- Cipro is the most prescribed antibiotic for traveler’s diarrhea. There are types of diarrhea that are caused by bacteria, so if you are unable to tolerate the illness or it doesn’t clear naturally in 2-3 days, then consider taking cipro.
- Antiparasitic medication. While most developed countries do not experience intestinal worms, it is not uncommon in developing countries. There are so many ways that they can enter your body, prevention is the best plan, but often treatment is necessary. Some of the recommendations suggest taking the medication every 6 months if you’re traveling in endemic areas as you are not always significantly symptomatic. Others suggest just taking it when you have symptoms.
- Rehydration salts. These come in easy to mix packets or you can make your own with salt, sugar and water. It is similar to gatorade without the color and probably without some of the more appealing flavors. Your intestine absorbs water through osmosis, but it can actively absorb water if it has both salt and sugar molecules in it.
- Aloe vera. Not sure if this is medication or not, but it can help relieve burns. Typically used for sunburns, but can also be used on 1st degree skin burns (red, but not blistered).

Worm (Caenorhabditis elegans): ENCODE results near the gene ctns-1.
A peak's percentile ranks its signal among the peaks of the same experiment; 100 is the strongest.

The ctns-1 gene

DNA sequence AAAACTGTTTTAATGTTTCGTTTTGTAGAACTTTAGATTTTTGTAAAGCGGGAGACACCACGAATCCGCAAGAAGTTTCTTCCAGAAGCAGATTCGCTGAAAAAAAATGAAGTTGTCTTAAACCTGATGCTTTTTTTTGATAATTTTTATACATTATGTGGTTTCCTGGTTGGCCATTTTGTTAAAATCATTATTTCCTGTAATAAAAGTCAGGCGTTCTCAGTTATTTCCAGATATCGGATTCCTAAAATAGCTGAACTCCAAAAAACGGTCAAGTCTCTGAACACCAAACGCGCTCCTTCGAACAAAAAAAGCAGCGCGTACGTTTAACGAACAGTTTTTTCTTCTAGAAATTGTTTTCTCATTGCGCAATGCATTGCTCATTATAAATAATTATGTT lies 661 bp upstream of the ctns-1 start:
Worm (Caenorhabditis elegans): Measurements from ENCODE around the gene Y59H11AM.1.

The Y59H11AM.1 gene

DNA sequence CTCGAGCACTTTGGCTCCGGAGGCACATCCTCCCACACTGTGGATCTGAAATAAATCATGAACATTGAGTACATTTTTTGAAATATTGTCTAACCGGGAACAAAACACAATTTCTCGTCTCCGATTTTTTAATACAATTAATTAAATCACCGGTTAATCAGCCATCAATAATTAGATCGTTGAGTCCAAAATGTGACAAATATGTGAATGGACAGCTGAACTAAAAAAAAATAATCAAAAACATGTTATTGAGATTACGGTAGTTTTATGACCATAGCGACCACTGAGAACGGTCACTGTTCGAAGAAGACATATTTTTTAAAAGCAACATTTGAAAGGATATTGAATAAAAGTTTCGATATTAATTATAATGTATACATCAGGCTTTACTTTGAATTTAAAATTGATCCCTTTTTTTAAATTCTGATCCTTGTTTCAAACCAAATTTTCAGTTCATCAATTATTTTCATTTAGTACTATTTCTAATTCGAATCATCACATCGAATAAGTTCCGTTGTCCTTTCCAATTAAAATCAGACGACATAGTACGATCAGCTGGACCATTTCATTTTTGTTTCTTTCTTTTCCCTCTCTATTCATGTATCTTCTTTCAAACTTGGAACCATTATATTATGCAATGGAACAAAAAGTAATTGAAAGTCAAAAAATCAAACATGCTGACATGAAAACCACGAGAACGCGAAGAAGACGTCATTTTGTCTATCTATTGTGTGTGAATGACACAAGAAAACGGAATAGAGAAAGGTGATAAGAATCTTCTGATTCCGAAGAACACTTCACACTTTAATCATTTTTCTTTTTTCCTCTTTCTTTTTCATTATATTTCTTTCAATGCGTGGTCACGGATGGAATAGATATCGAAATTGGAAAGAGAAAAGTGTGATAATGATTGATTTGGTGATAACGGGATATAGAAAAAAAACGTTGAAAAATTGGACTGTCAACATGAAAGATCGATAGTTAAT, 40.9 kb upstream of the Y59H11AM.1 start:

- Multivitamins. Sometimes you are unable to get full nutritional needs met in some countries that have a limited food supply. A multivitamin is a small, cheap way to make sure your body is getting a variety of vitamins and minerals.
- Suture kit – I cannot stress this one enough, learn to do a basic stitch job and bring along a suture kit, some 3-0 or 4-0 prolene suture material, and possibly some lidocaine for numbing. Our family has never needed sutures before this, but since we left to live a more active life, I’ve performed a number of stitches, including on myself and locals in their villages (which they totally appreciate). Wounds don’t NEED to be closed, but if you close them, they will heal faster, have a lower chance of infection, and have less of a scar. Remember, if you’re bringing lidocaine, you will need a syringe, needle to draw it out of the bottle, and small gague needle to inject it. My wound was large, so was going to require many stitches, so I anesthetized it. My daughter was going to need 3 stitches on her hand, it would have required more than 3 injections to numb the area, and it’s painful when you introduce the needle as well as when you inject the medication, so I chose not to use the numbing medication and rather just do the stitches and get it over with as soon as possible. Here are some suture kits and suture materials, along with training CDs available on Amazon. I have not used any of these in particular, so cannot speak to the quality. One review suggested just buying a strong quality kit (definitely worthwhile) and just watching youtube videos vs having the surgical training video. I cannot recommend either way, only suggest that having ANY durable kit and suture along with some basic knowledge would be exceptionally helpful. Cheap needle drivers are horrible to work with, especially in calloused areas of the skin.